West side of roof.
Crumbling concrete on roof structure.
Close up view of underside spalling (exposing reinforcing bars).
Sallisaw City Commissioners approved another engineering report on the old Sallisaw Animal Shelter at their meeting Monday.
This will be the third report on the old shelter, for a total cost of over $3,000.
City Manager Clayton Lucas reported to the commissioners that rehabilitation on the old shelter had to cease because the roof crumbles. City commissioners previously approved trying to rehab the old shelter when it became apparent that the city does not have the money to build a proposed shelter on property the city purchased for a new shelter on Eppler Avenue. Bids for a new shelter came in higher than expected.
Lucas said he asked for another report because the first report was too vague.
The first structural evaluation was done by Hawkins Weir of Van Buren, Ark., and was submitted to the city on Jan. 9, at a cost of $1,490. That evaluation reported on the crumbling concrete in the roof on the building. It read, "Unfortunately, once these problems progress to the condition they are presently in, they are difficult if not impossible to rehabilitate. Taken into consideration the age of the existing concrete roof slab (approximately 80 years), it is our recommendation that the existing Animal Shelter be abandoned, and the structure demolished after it is vacated. The only way to salvage the structure is to completely remove and replace the concrete roof slab and in our opinion this cost would equal or exceed the cost to construct a new Animal Shelter in a different location."
When city employees began working on the old shelter, they had to wear hard hats to avoid the falling concrete.
Lucas then asked for a structural integrity report on the roof from GTS Inc. of Fayetteville, Ark. That report, at a cost of $1,000, was done on Aug. 6.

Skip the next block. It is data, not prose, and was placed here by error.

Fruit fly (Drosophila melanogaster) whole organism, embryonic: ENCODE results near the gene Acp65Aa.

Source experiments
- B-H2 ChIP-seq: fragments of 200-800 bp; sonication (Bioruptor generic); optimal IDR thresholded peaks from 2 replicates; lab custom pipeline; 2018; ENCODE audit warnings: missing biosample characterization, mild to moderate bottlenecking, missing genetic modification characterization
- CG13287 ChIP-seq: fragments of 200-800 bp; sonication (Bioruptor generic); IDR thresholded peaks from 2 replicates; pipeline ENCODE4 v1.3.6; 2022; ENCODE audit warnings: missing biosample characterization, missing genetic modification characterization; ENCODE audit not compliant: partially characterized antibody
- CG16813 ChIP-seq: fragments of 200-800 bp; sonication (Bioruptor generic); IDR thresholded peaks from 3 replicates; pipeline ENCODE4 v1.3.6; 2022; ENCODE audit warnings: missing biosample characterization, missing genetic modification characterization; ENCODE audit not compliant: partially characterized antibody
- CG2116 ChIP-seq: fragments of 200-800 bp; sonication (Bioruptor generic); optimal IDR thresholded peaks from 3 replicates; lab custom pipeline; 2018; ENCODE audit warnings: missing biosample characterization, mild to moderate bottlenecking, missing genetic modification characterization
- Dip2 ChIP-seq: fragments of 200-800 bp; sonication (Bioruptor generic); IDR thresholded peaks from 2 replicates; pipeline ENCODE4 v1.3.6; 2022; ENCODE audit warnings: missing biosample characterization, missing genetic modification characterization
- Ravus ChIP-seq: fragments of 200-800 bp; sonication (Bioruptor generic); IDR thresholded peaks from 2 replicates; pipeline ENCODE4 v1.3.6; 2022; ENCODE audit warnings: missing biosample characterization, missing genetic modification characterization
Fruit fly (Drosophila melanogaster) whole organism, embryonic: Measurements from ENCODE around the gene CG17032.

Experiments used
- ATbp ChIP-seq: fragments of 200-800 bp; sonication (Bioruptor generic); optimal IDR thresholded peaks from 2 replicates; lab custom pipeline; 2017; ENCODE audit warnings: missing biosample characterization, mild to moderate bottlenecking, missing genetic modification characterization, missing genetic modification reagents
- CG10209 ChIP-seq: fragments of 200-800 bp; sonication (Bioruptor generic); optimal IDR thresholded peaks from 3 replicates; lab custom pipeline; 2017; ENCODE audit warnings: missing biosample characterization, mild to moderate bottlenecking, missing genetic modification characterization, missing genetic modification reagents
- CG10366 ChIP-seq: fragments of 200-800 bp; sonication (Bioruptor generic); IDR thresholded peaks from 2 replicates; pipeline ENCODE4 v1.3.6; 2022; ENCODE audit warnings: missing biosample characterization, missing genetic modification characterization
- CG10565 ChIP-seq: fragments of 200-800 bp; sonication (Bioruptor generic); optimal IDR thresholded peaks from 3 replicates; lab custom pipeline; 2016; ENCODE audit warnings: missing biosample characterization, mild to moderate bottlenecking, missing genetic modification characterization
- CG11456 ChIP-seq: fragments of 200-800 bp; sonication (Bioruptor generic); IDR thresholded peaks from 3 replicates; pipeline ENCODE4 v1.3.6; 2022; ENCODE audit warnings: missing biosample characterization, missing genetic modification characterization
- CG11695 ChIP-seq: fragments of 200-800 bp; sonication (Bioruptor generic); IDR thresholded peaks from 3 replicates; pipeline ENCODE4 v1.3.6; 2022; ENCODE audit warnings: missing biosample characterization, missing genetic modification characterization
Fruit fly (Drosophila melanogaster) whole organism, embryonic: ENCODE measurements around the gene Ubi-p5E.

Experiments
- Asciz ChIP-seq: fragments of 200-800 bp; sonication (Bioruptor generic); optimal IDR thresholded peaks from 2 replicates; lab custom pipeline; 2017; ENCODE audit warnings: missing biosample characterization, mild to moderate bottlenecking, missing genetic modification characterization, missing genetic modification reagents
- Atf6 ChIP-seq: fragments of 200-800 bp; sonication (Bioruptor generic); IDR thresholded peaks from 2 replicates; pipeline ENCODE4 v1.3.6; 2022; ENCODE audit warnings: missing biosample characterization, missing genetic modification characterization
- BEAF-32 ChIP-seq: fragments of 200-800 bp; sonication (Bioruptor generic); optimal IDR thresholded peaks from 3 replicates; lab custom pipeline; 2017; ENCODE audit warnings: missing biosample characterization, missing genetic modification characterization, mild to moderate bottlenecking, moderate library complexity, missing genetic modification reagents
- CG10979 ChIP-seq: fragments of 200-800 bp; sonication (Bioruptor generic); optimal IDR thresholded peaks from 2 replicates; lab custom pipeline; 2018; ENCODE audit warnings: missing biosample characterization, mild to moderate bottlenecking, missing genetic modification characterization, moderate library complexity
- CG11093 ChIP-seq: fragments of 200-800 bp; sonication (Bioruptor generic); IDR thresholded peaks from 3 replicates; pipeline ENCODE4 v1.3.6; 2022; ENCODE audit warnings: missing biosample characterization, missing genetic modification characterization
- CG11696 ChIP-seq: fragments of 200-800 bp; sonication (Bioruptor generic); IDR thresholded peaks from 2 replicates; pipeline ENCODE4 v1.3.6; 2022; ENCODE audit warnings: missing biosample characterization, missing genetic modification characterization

GTS reported, "The overall condition of the concrete for the roof structure was observed to be in poor condition. Several types of concrete failures were observed including spalling, cracking, and exposure/erosion of the reinforcing bars. The roof was observed to be 'sagging' in the middle and holding up to 2 inches of water in some areas."
The report says the spalling (crumbling) covers about 50 percent of the roof. Spalling was also observed on the bottom side of the roof where reinforcing bars were exposed. The report suggests the spalling was caused by the freezing and thawing of the water pooled on the roof.
The report concludes, "It is our opinion that this building is in structurally poor condition. If the building is planned to be used in the future, we recommend that a structural engineer be contacted to design repairs and additional supports for the structure and roof systems."
City commissions approved getting another engineering report, at a cost of at least, $1,000.
Lucas said, "I want them to tell us three things. What is wrong with the building? Can it be fixed? And how much will it cost?"
In the meantime, Lucas told commissioners, he has contacted builders who said they can build a simple pole barn structure, 40 feet by 60 feet, for $17,000, and a red iron building, also for $17,000. That amount is considerably less than the original new shelter plan. Lucas said building the necessary concrete pad, kennels and other necessities could be done by the city.
He said he expects the engineering report by the end of this week or next.
The commissioners asked if there was enough land at the old shelter site, which is said to be in the flood plain, to build a 40 by 60 building, and city staff said there was.
Sally Maxwell, Senior News Director
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